Most diving in the area is completed from a boat although some resorts feature shore diving facilities. Diving season is year-round. This part of Egypt experiences warm winters and very hot summers, however water temperatures can vary significantly in the Red Sea. Expect the warmest water temperatures to occur in August with an average of 82°F (28°C). The coolest water temperatures are recorded in February when a 5mm wetsuit may be necessary to dive comfortably. Visibility remains a fairly constant 70 feet (22 meters).

Between the colorful coral gardens, the variety of marine life and eerie wrecks, divers in Makadi Bay and Safaga will leave with plenty of dive stories to tell for years to come.

When to go

Rain and temperature

Click to expand

Water temperature

Click to expand
USD 920Per trip
USD 982Per trip
USD 920Per trip

What to see

You can expect to see a wide range of colorful corals and sponges as well as plenty of reef fish around Safaga and Makadi Bay. Crocodilefish, blue-spotted rays, trumpetfish, napoleon fish, clownfish, and humphead wrasse are regularly seen. Early divers might be rewarded with a turtle. Certain sites are famous for their reef sharks and the lucky few might see a hammerhead. Barracuda, tuna and mackerel can regularly be seen patrolling the area’s wrecks. Stonefish, mothfish and lionfish hide among the corals. Pipefish and nudibranchs are plentiful for macro-lovers and vigilant divers might also identify a stargazer or frogfish.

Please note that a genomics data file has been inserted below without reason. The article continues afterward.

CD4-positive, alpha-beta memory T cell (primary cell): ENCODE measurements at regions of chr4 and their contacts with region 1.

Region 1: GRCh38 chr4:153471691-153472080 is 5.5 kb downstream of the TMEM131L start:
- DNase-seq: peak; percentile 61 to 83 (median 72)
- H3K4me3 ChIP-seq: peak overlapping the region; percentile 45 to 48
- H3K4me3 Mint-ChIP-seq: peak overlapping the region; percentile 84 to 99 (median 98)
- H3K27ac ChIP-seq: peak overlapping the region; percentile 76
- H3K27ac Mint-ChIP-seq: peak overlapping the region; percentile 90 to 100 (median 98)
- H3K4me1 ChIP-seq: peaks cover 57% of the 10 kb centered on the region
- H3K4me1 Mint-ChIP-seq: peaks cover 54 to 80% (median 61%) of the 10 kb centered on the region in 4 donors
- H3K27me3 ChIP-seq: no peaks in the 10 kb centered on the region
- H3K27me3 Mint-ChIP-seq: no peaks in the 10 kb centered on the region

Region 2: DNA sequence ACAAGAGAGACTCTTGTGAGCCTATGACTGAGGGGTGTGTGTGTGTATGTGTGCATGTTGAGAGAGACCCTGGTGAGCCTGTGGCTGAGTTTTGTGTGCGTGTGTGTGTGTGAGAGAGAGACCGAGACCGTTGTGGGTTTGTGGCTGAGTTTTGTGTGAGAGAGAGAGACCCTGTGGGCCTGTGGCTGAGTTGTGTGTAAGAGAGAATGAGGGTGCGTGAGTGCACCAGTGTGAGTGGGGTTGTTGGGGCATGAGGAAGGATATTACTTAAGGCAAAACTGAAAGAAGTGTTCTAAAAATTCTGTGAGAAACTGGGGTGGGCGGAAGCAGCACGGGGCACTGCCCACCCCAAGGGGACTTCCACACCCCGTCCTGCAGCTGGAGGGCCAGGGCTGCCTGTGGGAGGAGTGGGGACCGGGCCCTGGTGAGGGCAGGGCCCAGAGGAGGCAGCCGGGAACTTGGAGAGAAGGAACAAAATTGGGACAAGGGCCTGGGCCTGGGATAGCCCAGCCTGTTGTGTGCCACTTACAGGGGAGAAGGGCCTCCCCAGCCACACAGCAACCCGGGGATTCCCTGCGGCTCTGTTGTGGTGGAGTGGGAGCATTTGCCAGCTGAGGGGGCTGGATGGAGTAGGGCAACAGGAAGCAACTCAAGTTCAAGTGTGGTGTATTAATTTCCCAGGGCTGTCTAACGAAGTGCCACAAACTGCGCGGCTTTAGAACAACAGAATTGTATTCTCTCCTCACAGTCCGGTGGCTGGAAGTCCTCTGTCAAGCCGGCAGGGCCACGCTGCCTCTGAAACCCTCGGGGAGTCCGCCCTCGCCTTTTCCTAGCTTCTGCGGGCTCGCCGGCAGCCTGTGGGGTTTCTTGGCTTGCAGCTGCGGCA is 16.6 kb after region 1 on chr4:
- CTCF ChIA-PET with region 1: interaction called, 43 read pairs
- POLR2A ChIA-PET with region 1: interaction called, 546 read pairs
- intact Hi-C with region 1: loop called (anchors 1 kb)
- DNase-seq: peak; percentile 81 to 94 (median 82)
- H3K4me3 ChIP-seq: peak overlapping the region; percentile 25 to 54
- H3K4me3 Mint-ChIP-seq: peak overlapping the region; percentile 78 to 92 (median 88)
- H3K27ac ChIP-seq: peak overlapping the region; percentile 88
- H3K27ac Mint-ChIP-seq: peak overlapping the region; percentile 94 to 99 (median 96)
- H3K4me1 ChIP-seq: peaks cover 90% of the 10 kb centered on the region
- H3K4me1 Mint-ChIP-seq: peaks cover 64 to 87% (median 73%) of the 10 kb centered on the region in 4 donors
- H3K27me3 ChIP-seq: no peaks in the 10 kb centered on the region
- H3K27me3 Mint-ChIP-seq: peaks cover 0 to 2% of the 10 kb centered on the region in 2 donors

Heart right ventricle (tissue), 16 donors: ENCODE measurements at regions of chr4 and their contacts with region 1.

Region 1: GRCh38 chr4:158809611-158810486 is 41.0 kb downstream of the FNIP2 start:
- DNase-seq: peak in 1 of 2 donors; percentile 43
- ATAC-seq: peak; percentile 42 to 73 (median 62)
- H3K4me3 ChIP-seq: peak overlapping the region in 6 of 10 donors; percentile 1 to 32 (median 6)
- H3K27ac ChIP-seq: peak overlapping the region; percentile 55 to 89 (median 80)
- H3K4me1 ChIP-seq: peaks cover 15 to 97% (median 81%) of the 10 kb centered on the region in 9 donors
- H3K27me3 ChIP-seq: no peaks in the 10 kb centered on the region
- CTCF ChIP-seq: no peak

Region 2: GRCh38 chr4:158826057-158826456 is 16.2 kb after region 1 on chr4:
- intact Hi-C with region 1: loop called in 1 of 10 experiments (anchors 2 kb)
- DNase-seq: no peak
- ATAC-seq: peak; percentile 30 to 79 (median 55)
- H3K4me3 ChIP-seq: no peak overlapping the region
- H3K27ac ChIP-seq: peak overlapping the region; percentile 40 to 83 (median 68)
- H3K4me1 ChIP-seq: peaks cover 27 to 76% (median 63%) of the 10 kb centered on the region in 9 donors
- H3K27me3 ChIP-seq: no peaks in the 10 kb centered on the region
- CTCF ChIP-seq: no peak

Calendar

For better readability of the table, pass into the landscape mode.

Most likely sightingsPossible sightings

Area

Located just south of Hurghada on the Red Sea, both Makadi Bay and Safaga offer a plethora of diving opportunities. The areas are in contrast to each other. Safaga is a bustling port city with a traditional way of life. Makadi Bay, which is a bit further north from Safaga, is a sleepy bay with a few hotels. Both areas are growing significantly as the tourist trade arrives but still do not offer the variety of topside attractions that one might find in Hurghada and Sharm el-Sheikh. Relaxation is the name of the game here and visitors flock to the area in order to escape other busy and touristy areas of Egypt.